For all who missed the first night of the Bad Religion weekend at the Ogden Theater, which included OFF! and King Rat, you might have missed the seminal beginnings to how Bad Religion will play out the rest of its career. With over 300 songs in the catalogue, Greg Graffin of Bad Religion acknowledged that it’s becoming insufficient fanfare to play just one night at each tour stop. Denver was the first to witness a two night visit – completely different sets. The nights were themed as songs of the 20th and 21st centuries. Although I was unable to attend both nights, I was left wishing I had a ticket to see songs of the 21st century as well.
The night’s support featured two I had never heard. King Rat, who I learned to be Denver veterans of more than twenty years, was a four-piece of straight forward punk. I was standing next to a couple of guys who were very excited to see King Rat and Bad Religion specifically, and they fittingly described King Rat’s style as ‘no bullshit.’ Nearly every song was played fast, only slowing things down intros and transitions. For me, the most notable part of King Rat’s set was the vocal harmonies. These subtle bits of song engineering weren’t in every song, but when they were, they were usually in the chorus, performed well, and would inject the leads with energy and anthem. In fact, despite Bad Religion’s iconic ‘oozin’-aahs,’ King Rat delivered more backup vocal work than anyone on the night. As the venue dumped back onto Colfax, I was hand-billed about an upcoming double-vinyl that King Rat is crowdfunding, so check that out on their social media. I have no shame in plugging a band’s hard work.
As for the second support band I’d never heard, I spent the first half of their set puzzled as to where I recognized the singer’s voice. At first, I was sure it was the guy from U.S. Bombs, or the singer of Strike Anywhere based on the hair, but aged by twenty additional years. Who was this guy? Then it hit me. Early Black Flag! I had heard of the band before, but I wasn’t aware OFF! was actually a rock super-group fronted by Keith Morris of Black Flag and Circle Jerk fame. Needless to say, it was a treat watching these guys play. Morris acted like he was losing his mind – sometimes paranoid, often lost, comically confused, angry, and prone to hallucination. The stage persona made for a visually interesting set on top of an impressively tight instrumental section. The members around Morris were younger, and furthermore, were all but athletes; jumps, spins, small circular laps around the area immediately in front of their cabinets to name a bit of the theatrics. Overall, very little of the set was played with predictable percussion rhythms and sing along elements. Off! never seemed to care about the hook, but I don’t feel they needed to. The set was tight and rhythmically interesting. And… the approach was fun. Keep it weird, guys. Seriously.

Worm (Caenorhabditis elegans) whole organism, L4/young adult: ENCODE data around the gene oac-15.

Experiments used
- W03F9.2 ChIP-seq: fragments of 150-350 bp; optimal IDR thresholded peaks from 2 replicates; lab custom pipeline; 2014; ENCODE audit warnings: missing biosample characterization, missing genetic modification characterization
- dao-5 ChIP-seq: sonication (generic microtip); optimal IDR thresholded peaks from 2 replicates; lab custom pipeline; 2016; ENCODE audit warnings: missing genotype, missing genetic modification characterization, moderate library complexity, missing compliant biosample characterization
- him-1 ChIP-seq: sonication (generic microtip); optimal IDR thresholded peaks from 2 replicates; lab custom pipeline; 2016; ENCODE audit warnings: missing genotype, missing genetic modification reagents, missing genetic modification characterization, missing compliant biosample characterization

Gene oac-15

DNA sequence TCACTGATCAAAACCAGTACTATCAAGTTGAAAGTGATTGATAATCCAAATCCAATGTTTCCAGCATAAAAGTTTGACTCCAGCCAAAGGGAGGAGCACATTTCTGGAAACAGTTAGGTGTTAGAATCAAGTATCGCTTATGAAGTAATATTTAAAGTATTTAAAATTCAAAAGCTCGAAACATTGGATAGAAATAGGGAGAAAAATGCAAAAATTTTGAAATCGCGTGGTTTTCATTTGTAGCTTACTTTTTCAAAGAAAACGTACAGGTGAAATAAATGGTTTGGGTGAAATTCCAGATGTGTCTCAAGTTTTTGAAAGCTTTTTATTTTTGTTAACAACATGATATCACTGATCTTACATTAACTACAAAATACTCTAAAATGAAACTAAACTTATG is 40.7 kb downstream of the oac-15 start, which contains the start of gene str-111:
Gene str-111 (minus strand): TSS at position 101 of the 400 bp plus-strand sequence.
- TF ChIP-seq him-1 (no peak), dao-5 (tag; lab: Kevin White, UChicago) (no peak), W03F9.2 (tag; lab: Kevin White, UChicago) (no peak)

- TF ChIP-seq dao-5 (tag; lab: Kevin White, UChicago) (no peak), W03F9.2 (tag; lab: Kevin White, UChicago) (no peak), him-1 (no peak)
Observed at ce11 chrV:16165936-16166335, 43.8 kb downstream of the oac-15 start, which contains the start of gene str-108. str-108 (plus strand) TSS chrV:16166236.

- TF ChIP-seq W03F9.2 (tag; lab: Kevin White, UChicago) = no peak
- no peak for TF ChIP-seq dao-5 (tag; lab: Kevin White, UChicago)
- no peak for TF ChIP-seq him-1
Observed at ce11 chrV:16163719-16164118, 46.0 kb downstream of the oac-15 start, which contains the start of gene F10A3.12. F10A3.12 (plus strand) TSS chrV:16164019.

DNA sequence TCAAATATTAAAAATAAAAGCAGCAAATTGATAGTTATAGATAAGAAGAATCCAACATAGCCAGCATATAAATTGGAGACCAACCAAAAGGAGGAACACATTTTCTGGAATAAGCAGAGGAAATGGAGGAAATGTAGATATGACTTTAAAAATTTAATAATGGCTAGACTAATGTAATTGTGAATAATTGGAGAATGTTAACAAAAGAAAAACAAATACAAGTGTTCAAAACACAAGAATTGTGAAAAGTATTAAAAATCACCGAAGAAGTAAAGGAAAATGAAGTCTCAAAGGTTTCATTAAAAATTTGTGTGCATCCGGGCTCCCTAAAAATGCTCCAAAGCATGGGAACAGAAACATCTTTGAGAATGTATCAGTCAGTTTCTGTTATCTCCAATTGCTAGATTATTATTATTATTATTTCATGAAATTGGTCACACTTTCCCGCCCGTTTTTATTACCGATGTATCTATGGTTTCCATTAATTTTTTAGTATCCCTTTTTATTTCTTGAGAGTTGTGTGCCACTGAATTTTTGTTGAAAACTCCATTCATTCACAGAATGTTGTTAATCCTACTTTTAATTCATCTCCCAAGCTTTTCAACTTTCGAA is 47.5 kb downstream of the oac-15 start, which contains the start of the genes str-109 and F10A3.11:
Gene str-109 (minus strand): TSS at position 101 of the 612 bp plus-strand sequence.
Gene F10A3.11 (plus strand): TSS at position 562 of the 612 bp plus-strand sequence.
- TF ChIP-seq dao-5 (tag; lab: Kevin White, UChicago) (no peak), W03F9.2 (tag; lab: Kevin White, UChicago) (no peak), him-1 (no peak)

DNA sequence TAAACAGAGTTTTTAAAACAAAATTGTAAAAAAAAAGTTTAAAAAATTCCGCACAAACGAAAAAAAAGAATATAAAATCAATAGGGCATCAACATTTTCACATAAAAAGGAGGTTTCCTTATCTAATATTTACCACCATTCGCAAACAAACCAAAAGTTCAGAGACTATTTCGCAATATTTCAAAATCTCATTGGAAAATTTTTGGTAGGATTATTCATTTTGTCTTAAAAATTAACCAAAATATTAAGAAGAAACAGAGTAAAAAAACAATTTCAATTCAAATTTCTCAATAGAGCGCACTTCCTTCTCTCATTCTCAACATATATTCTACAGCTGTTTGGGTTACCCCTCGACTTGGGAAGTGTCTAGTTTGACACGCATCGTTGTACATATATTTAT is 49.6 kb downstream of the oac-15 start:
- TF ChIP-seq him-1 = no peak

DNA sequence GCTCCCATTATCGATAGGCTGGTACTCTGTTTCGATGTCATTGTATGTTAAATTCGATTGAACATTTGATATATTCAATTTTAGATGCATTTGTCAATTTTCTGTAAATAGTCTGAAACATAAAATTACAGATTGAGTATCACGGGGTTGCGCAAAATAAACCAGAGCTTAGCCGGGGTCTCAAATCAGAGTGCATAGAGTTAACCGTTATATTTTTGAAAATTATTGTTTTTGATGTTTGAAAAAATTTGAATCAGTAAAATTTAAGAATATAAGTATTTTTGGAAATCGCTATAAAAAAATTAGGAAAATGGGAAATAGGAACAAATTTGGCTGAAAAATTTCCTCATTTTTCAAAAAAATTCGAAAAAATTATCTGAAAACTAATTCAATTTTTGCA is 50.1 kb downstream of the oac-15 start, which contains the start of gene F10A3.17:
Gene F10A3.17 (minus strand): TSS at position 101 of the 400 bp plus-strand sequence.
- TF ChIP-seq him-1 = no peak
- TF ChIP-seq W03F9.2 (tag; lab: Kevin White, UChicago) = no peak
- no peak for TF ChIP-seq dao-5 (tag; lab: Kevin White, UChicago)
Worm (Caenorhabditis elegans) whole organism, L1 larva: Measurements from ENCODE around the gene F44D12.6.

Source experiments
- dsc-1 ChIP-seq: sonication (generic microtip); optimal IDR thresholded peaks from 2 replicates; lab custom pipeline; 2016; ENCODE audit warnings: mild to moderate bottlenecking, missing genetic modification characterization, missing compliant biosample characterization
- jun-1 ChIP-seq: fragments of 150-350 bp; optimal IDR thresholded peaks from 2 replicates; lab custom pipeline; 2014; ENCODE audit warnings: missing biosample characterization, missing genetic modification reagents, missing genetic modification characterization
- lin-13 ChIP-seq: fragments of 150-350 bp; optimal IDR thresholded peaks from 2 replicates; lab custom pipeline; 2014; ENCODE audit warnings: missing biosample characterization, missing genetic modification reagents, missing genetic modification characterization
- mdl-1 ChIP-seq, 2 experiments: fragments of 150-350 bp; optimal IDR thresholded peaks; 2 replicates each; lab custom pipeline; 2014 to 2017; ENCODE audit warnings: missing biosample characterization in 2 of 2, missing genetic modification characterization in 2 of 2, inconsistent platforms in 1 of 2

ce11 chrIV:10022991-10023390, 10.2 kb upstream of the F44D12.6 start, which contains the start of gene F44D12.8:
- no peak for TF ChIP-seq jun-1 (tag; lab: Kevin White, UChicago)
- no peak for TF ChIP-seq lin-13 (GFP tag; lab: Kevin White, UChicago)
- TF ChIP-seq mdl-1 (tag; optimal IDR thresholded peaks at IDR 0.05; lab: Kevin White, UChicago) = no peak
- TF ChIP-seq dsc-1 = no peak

Finally, Bad Religion came on after what felt like an eternity, due to a firm start that was still a good sum of minutes after Off!’s last song. I have to say that the setup was itself worth watching, though. From the vintage amps to the drum set, clad with their logo, to the five minutes of introductory music and house lights before the first song and the arrival of the members on stage, the atmosphere felt like something big was going to happen. Of course, the band predictably came on stage and played an hour and a half of music, but I still appreciated the anticipation created by the Ogden prior to the first song. Once we were fully underway, Bad Religion played a set of songs that everyone knew. This was no surprise. What was impressive was that they were able to fill an entire hour and a half with these songs that would ignite the entire crowd, and this only came to represent half of their catalogue. I was waiting for the song or two that the crowd would mumble along to, but it never came. After the show, I thought about the records that didn’t get any attention due to their post-2000 release. Some of my absolute favorite Bad Religion songs are on those albums, and I still felt like I saw one hell of a show. At times, I even felt like the band was performing better than previous times I’d seen Bad Religion, years before Greg would perform with white hair. For those who managed to catch both nights of Bad Religion at the Odgen Theater in Denver, I envy you for your good decision-making.
* all photos by Jamy Cabre